At tonight’s Budget & Business Services Committee, we got an update on the cost of busing. Some background: in June 2008, the Board passed a resolution asking the Superintendent to find $1 million in cuts to general education transportation. Last December, the staff returned with three possible options. However, at the first meeting in January 2009, the Board decided we should make transportation cuts in concert with implementing our new student assignment system.
That was then. Now we know that the new student assignment system won’t be in place until January 2011 at the earliest, (when students will begin to enroll for the 2011-12 school year). In addition, the state’s budget situation and the district’s budget outlook have worsened.
Here are the cost breakdowns given to the committee this evening:
- General education transportation – $5.6 million for 50 buses, transporting 4,400 students on 118 morning routes and 148 afternoon routes. The vast majority of those routes serve elementary schools — 61 in all. An additional 7 middle schools and 6 high schools are also served by bus routes.
- Special education transportation – $15.8 million for 134 buses, transporting 1,590 special education students to and from their homes, on routes serving 57 elementary schools, 15 middle schools, 12 high schools, 18 child development centers, and 8 non-public schools. The total number of trips, morning and afternoon combined, comes to 725. In addition, 175 additional students are transported to and from therapy appointments according to services described in their IEPs.
I want to make two points about these numbers:
- First, the special ed transportation cost figure is nothing short of staggering. According to Deputy Superintendent Myong Leigh, staff research indicates that we are spending four to five times more than other districts to transport students with disabilities. Why is our system so inefficient? I am convinced it’s because we have for too long pursued a very rigid program model (many more thoughts on that here) that virtually ensures that students will have to be bused long distances to receive appropriate services. I am hopeful that our planned review of our special education programs will help us increase efficiency and improve services, but I am worried it can’t happen soon enough. The waste is sickening.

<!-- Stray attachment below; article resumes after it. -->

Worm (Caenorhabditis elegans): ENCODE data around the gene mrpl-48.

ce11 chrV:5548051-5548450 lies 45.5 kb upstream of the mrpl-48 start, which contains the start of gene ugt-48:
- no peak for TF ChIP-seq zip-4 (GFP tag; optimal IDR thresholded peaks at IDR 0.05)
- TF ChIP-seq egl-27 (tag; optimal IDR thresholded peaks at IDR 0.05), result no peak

- Second, anyone who reads this post must understand that our general ed transportation costs are not frivolous “social engineering.” It’s true that our general education transportation system is inefficient, but that’s because it hasn’t been re-thought in years. Most of the current bus routes to elementary schools are relics of various desegregation plans attempted over the years. And I can virtually guarantee that there will be some transportation routes under whatever student assignment plan we ultimately adopt – because transportation is a great strategy to encourage families to try a school they would otherwise shun. Galileo High School’s bus is a case in point: in 2004, after protests from Chinese-American parents (led by disgraced former Supervisor Ed Jew) in the Richmond and Sunset whose children were assigned to Galileo, the district added the bus as a sweetener. (Commissioner Wynns reminded me tonight that the bus was supposed to be a one-year deal, but no one ever wanted to brave the wrath of parents to end it, so the bus continues.) Six years later, Galileo is thriving and attracts many west side parents, and I’m willing to bet that bus or no bus, the school will remain popular.
Those two points made, it’s clear we need to take another look at transportation, sooner rather than later. Though the committee couldn’t make a formal recommendation on an informational item, it seems obvious that we no longer have the luxury of waiting for student assignment to be done before reconfiguring our busing strategy.